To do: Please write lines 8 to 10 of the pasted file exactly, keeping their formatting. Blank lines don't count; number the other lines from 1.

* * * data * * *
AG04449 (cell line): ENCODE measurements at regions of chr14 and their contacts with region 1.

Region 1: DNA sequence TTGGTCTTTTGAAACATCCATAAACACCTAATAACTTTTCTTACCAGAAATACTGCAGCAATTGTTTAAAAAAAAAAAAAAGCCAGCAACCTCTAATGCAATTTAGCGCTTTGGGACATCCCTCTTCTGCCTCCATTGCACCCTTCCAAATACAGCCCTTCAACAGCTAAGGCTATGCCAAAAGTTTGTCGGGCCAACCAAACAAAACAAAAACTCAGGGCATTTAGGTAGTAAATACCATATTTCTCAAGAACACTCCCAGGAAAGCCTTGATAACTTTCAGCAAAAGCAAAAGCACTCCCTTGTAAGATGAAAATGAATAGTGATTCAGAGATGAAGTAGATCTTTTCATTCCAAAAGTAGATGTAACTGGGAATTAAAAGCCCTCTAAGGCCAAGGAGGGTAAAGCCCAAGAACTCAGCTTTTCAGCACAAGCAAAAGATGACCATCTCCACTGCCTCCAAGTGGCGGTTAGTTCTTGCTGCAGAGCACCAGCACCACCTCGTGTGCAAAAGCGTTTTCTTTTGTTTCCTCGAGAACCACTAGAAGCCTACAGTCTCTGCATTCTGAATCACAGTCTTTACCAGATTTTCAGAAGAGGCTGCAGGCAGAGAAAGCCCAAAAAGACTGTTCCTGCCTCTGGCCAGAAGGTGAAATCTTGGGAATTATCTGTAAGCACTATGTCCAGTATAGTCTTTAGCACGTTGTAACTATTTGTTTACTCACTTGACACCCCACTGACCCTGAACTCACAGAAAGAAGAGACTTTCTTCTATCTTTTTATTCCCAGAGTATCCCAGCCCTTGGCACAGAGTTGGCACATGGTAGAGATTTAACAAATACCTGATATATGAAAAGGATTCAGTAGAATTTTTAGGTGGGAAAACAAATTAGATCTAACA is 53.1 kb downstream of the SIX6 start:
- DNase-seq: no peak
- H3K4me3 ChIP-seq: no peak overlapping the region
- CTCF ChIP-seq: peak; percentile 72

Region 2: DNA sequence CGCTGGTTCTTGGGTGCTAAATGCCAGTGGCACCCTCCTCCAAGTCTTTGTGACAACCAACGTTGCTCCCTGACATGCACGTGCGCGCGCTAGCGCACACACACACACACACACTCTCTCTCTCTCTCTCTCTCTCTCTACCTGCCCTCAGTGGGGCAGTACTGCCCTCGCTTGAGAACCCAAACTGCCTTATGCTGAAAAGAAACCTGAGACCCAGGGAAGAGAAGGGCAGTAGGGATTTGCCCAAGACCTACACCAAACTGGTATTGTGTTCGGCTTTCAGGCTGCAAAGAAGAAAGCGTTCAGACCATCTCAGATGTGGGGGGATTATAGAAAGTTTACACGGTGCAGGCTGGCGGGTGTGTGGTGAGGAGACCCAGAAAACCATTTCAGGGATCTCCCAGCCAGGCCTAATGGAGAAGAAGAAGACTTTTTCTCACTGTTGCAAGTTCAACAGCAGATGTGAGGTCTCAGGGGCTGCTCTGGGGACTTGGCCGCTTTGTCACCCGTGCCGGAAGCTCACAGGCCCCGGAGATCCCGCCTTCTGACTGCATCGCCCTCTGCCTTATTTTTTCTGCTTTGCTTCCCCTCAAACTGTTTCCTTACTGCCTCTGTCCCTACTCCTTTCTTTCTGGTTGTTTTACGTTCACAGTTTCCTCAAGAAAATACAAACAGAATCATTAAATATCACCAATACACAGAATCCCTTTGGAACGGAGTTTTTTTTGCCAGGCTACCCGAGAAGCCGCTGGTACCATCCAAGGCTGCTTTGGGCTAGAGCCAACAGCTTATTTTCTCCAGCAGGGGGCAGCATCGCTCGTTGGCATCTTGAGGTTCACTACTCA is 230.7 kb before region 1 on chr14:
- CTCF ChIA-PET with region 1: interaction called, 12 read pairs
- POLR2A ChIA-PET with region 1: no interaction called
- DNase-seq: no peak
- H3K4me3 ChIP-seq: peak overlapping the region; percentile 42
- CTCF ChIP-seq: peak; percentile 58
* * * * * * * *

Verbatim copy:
- POLR2A ChIA-PET with region 1: no interaction called
- DNase-seq: no peak
- H3K4me3 ChIP-seq: peak overlapping the region; percentile 42